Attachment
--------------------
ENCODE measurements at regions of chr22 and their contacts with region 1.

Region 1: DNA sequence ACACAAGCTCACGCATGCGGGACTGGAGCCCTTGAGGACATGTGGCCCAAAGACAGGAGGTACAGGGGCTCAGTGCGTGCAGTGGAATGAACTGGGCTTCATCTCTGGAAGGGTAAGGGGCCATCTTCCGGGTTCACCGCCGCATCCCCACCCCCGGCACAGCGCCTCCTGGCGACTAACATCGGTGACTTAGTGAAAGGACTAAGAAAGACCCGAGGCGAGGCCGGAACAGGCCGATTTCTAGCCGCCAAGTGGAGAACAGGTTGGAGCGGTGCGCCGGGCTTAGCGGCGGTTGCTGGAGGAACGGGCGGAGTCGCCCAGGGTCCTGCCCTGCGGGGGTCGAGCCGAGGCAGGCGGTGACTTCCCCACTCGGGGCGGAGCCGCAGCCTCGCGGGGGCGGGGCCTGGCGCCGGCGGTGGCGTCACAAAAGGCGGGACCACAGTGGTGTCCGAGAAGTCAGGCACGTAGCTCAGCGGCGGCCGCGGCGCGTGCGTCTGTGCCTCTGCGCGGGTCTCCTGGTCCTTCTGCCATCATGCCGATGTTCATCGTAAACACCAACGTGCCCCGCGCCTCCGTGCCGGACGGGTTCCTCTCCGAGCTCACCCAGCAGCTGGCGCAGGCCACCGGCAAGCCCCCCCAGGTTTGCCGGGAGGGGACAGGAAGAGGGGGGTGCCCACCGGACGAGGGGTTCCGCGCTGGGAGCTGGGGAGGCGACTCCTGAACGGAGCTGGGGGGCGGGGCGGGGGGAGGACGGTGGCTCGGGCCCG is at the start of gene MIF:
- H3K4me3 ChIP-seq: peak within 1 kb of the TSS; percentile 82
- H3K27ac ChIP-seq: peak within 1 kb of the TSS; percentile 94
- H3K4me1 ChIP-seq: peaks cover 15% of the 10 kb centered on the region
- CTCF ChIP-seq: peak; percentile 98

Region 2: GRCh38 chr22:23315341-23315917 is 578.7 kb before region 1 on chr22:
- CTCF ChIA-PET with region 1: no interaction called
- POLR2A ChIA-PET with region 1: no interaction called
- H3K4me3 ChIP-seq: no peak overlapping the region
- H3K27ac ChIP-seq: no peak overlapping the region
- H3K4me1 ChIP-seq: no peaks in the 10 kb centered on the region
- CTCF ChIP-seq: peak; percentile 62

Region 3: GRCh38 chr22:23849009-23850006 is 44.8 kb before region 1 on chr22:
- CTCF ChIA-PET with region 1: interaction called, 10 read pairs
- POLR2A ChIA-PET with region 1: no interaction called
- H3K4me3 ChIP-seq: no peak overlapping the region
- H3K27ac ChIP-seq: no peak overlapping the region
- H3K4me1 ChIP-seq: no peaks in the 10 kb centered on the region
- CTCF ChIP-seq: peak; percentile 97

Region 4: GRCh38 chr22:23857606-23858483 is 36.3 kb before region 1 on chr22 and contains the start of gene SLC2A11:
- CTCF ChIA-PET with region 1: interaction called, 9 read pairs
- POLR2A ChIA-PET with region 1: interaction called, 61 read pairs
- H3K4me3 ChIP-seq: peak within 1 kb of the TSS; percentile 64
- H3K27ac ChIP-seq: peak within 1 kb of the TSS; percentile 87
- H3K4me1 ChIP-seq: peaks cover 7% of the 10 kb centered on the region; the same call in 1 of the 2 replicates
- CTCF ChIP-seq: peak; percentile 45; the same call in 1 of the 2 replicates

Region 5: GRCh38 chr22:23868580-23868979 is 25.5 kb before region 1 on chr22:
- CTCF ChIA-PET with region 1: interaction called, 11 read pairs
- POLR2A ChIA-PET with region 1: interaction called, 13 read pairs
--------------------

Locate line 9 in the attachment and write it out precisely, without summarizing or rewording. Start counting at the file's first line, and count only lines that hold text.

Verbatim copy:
- POLR2A ChIA-PET with region 1: no interaction called